- Page 1Dell Latitude 2100 Netbook
- Page 2 Dell Latitude 2100
- Page 3 Dell Latitude 2100
- Page 4 Dell Latitude 2100
As you would hope for a machine that’s designed to withstand a lot of rough handling, build quality throughout is excellent – in fact this is the most durable netbook we’ve come across bar perhaps HP’s Mini Notes, the business models of which have retained that amazing brushed-metal chassis despite upgraded internals.
As far as design goes, rather than looking like a children’s toy we’d call the 2100 industrial. This rugged, serious impression is enforced by its strong, aggressive lines and uniform, matte black insides with the blue-backlit power button and indicator icons.
The matte bezel surrounding the screen contains the optional webcam as well as surprisingly impressive (by netbook standards) speakers. Though inevitably on the tinny side when it comes to bass, the mid range is generally clear and they manage relatively high volume levels without significant distortion.
The 10.1in screen is yet another area where the Latitude 2100 stands out from the crowd. Admittedly, with HD screen options from almost every major netbook manufacturer including Acer, HP and of course Dell itself, the resolution of 1,024 x 576 is uninspiring to say the least and can’t be upgraded. However, for £12 (£20 including the webcam) you can opt for a resistive touch-screen, making the 2100 one of the very few non-tablet netbooks with touch-based inputs.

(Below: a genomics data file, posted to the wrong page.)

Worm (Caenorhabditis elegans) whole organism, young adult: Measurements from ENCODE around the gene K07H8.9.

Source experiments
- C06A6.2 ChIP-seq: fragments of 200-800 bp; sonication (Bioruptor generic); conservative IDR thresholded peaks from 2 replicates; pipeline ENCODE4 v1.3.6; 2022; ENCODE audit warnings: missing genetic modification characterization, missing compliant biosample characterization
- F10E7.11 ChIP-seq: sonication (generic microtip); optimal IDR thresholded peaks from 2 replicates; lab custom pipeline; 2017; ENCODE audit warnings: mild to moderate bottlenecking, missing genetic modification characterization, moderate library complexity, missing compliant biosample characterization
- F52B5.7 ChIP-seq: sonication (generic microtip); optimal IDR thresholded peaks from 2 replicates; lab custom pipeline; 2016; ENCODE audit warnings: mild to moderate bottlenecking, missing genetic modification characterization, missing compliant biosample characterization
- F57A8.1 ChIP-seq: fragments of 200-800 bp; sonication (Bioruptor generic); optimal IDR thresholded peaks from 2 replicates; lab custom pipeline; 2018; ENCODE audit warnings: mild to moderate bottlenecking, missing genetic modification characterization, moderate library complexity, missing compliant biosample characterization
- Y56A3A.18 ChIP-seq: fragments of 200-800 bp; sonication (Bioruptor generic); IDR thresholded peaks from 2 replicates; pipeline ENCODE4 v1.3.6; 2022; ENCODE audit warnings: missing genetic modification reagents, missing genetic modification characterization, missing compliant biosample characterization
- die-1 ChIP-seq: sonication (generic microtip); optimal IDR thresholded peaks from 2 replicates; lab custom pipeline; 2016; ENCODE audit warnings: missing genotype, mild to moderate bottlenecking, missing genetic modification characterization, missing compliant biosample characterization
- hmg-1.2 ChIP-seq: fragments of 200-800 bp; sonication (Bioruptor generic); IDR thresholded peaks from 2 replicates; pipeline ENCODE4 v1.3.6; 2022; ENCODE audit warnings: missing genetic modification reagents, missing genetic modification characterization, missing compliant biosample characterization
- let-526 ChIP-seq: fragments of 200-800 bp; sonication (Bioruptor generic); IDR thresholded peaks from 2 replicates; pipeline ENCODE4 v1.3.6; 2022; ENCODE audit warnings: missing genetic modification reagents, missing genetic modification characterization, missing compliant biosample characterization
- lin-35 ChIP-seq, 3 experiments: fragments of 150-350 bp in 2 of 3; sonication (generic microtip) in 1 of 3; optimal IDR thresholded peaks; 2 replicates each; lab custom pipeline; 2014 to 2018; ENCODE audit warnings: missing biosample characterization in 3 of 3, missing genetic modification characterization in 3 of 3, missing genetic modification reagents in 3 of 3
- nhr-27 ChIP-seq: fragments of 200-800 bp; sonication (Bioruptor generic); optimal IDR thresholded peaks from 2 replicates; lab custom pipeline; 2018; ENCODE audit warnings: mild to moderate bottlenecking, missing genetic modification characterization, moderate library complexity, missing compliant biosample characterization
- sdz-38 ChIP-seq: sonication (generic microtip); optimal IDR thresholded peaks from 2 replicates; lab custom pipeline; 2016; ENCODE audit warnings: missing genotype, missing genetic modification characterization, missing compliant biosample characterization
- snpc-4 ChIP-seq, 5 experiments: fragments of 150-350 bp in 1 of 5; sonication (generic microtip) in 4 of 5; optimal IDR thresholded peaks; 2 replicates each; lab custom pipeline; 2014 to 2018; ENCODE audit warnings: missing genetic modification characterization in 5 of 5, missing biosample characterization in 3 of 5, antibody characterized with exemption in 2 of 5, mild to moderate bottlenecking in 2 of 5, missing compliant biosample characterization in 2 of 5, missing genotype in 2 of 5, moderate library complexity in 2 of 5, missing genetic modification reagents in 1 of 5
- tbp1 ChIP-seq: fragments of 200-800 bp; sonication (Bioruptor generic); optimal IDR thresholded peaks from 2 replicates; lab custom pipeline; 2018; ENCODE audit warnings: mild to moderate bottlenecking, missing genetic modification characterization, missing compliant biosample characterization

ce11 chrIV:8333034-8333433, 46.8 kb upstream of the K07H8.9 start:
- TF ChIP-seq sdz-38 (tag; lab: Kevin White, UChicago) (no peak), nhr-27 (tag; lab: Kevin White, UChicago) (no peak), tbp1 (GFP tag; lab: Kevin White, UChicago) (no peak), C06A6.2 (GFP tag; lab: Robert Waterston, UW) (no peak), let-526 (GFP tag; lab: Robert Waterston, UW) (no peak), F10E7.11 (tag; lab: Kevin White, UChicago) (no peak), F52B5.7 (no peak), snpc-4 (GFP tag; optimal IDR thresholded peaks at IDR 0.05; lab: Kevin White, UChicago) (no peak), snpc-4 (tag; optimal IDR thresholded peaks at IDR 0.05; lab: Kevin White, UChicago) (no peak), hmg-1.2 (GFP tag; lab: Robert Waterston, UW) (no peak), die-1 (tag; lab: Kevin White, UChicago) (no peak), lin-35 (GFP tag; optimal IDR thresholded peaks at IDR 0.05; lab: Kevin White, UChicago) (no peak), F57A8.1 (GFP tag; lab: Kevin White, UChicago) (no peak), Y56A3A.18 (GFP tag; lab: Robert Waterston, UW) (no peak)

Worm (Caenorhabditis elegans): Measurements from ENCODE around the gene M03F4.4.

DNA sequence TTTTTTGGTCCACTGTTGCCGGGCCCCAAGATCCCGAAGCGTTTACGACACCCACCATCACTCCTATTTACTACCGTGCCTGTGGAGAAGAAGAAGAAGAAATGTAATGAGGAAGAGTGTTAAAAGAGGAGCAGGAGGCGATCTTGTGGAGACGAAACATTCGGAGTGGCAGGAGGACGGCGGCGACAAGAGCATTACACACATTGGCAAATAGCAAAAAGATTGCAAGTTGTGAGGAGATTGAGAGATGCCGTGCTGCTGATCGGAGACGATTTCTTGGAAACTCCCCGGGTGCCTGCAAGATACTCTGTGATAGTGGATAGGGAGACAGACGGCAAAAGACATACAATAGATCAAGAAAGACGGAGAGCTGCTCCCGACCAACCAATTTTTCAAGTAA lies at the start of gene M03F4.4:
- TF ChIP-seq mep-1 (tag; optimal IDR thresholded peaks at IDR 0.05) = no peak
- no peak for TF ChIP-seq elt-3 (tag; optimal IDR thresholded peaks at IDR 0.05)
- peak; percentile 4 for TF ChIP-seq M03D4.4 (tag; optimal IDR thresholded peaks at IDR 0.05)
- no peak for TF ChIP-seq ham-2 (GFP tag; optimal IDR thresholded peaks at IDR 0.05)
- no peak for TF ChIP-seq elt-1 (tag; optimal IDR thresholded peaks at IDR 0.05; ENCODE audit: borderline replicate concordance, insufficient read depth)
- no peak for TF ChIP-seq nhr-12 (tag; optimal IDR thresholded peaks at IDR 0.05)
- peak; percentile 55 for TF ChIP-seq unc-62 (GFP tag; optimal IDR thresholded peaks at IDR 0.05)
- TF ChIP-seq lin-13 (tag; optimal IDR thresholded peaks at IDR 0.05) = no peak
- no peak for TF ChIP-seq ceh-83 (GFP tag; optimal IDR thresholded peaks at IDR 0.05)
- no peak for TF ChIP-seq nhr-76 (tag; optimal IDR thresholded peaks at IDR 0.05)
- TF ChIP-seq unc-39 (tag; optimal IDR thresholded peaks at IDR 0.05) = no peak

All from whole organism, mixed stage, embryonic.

In our testing we found the screen’s touch functionality to be very sensitive and accurate once it was calibrated with the included application. By default the touch-display was an inaccurate mess, which isn’t ideal on a product where many of its potential users might not even realise that they need to go through a calibration process. After calibration it was easy to control and navigate Windows XP without resorting to the touchpad.
For an extra £25 you can get Vista Basic rather than XP, but our advice would be to always avoid Vista on a netbook. It’s also worth noting that you can save £24 by going for Ubuntu Linux, but only on the Education rather than Business model. Finally on the software front one can choose between Microsoft Office 2007 Basic, Small Business or Pro, but with prices starting at £99 it’s cheaper to buy the suites yourself (though you will need an external optical drive to install them).